We are evolved creatures.
Why do I know this?
Is it because of computers, the telephone or our ability to think abstractly?
It is all because of shoes!
We wear them for comfort and to protect ourselves. They keep our feet dry and warm. Shoes protect us from rocks, snow and other hazards. We have shoes specialized for our work and our play. We even put shoes on our animals and our cars. They keep us safe and help us to get where we want to go. They are integral to our lives and we must have them – just ask your wives!
I bring the topic of shoes to you today to discuss our interesting use of shoes in Masonic Symbolism.
Like most obscure things there is even a special name for how we manage foot wear in the Lodge – The Rite of Discalceation.
The Rite of Discalceation is an old one in Masonry and the World. It is older than our ritual and has been performed by countless cultures in the past.
We unknowingly submit to this ancient rite before we cross the doors of this Lodge. Our intender demands we remove our shoes and put on the magic pajamas in the ante room. We are asked to leave a foot completely bear in the first and second degrees.
We are drug around a room, with one foot cold and the other hobbled in an ill fitting slipper or sock – afraid to stub our toes as we follow our conductor.
Later we learn that this is an ancient custom between two people and it is referred to as “Plucking off one’s shoe”. But what exactly does this mean?
The book of Ruth specifically talks about this Rite:
“Now this was the manner in former time in Israel concerning redeeming and concerning changing, for to confirm all things; a man plucked off his shoe, and gave it to his neighbor; and this was a testimony in Israel.” Ruth 4:7 KJV
So what exactly does this have to do with Masonry? Why do we take off our shoes before we enter the Lodge? Is that all it is supposed to mean? More especially why only have part of our footwear on at a time? I believe like many Masonic symbols that it is layered and has many meanings.
In the first instance and from the Biblical account we know that the parties traded shoes to show that a transaction had occurred, because the possession of one shoe was evidence that something had happened. In the case of a bargain both parties would have a shoe. It it was therefore often thought of as a sign of sincerity and obligation to another. The idea is that there is truth and sincerity in the transaction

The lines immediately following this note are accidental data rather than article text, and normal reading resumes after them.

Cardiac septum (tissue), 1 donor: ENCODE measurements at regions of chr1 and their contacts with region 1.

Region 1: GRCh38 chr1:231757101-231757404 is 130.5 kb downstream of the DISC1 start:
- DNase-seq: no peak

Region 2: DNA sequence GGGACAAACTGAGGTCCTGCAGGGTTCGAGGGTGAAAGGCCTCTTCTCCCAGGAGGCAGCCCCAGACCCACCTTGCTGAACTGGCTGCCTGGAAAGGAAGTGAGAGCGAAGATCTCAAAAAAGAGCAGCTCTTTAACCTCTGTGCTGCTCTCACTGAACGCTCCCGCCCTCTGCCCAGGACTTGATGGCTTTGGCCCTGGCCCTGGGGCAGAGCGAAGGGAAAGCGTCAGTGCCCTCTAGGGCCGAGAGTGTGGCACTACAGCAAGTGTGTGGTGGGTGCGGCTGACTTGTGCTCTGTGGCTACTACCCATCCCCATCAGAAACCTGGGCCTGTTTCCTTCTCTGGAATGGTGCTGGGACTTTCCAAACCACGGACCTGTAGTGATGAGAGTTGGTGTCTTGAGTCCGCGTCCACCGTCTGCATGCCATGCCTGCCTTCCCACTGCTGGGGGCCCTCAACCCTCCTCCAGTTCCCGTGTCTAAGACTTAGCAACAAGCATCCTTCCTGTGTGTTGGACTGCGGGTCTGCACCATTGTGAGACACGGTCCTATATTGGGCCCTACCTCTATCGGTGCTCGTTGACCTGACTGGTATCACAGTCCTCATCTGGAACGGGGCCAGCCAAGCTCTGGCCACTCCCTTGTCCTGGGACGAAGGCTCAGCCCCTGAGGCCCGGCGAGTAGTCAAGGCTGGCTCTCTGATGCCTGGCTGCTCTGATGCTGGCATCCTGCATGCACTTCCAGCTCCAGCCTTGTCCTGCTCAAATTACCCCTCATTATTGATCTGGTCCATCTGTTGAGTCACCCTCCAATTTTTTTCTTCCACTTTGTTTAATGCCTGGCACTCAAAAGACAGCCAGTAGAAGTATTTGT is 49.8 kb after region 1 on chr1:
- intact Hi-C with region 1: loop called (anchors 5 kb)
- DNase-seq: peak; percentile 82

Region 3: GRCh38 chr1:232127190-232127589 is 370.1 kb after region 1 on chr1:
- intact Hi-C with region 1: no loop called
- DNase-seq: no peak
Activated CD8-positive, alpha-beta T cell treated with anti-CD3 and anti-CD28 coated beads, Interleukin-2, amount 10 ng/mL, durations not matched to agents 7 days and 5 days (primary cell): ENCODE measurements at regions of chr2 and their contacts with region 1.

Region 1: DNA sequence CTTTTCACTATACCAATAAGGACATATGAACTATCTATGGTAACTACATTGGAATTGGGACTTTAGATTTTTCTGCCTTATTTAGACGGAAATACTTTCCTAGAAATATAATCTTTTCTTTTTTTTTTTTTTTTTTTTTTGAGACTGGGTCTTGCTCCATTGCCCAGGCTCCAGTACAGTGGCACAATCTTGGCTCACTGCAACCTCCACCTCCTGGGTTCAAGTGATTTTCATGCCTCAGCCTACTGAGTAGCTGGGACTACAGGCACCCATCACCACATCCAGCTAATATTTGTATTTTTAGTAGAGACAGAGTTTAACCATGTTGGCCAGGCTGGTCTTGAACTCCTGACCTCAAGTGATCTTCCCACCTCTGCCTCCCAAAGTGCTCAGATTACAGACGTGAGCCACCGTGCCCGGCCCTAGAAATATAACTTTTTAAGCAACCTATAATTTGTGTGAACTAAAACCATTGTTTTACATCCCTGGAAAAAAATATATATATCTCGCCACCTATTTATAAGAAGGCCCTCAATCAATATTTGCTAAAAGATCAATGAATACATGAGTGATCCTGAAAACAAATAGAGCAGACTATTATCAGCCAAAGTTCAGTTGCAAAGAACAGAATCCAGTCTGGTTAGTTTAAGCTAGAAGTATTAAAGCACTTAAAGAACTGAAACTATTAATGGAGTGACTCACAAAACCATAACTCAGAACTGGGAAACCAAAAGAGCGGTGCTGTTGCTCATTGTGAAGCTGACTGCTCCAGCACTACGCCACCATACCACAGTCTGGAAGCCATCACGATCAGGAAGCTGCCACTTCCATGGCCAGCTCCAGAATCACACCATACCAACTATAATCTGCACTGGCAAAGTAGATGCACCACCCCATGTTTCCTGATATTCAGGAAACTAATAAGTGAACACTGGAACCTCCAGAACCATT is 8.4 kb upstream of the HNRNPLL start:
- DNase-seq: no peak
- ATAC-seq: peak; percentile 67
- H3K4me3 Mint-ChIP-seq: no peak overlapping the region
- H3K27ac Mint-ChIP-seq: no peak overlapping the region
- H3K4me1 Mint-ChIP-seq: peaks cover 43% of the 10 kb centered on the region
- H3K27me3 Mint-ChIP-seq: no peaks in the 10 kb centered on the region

Secondly this rite is combined with our overall appearance as we enter the lodge, “…neither barefoot, nor shod, neither naked nor clad, hoodwinked…” to make a point about what condition we are in coming into the lodge. We are sloppy, half naked, blind and can’t even manage to protect ourselves. The idea is that we cannot do this on our own and need help from others and the GATOU to find light.
Thirdly this rite shows that there is a transference of power. Giving up a shoe is debilitating and requires forethought. (It was also very important in ancient times because who would want to wander around without shoes!) In our case the loss of a shoe shows us we are giving up authority and power to someone else – the Lodge. What is it we are giving up here? I believe it is our personal will as we work to achieve our goal of finding more light. We are willing to make a bargain to get what we are looking for. The idea here is that we are relinquishing the “self” to the power and authority of the Lodge and the GATOU.
Fourthly the rite is combined with the Rite of Circumambulation, or the rite of walking around. The rite that forces an experience of fatigue, hard work and a journey to get what we are in search of. The idea here is that we have to work for what we want/need.
We perform this rite three times. Each a little different than the others. Specifically in the third degree we are completely barefoot. What does this mean exactly? Why on earth would we give up all our shoes?
We are on Holy Ground.
It is an ancient custom to prepare oneself before going into a Holy place. Ritual washing and cleansing, including the feet was particularly important so the Pilgrim would not infect or desecrate the Holy place with outside influences. (This is called the Rite of Lustration) The one thing they could not clean were their shoes – so they left them at the door.
In Exodus 3:5 Moses finds God as the Burning Bush and has a direct command from God:
5 “Do not come any closer,” God said. “Take off your sandals, for the place where you are standing is holy ground.”
When I was in India some years back I found that many holy places and temples expected visitors to remove their shoes and leave them at the door. We learned to place our shoes out of the way as there were often piles and piles of shoes near temples. It was expected that bare feet would be the only things to touch the ground. The idea being that the participant would be more closely connected with spiritual.
So too we expect our MM candidate before they enter into the Holy of Holies to remove their shoes – they are entering sacred ground.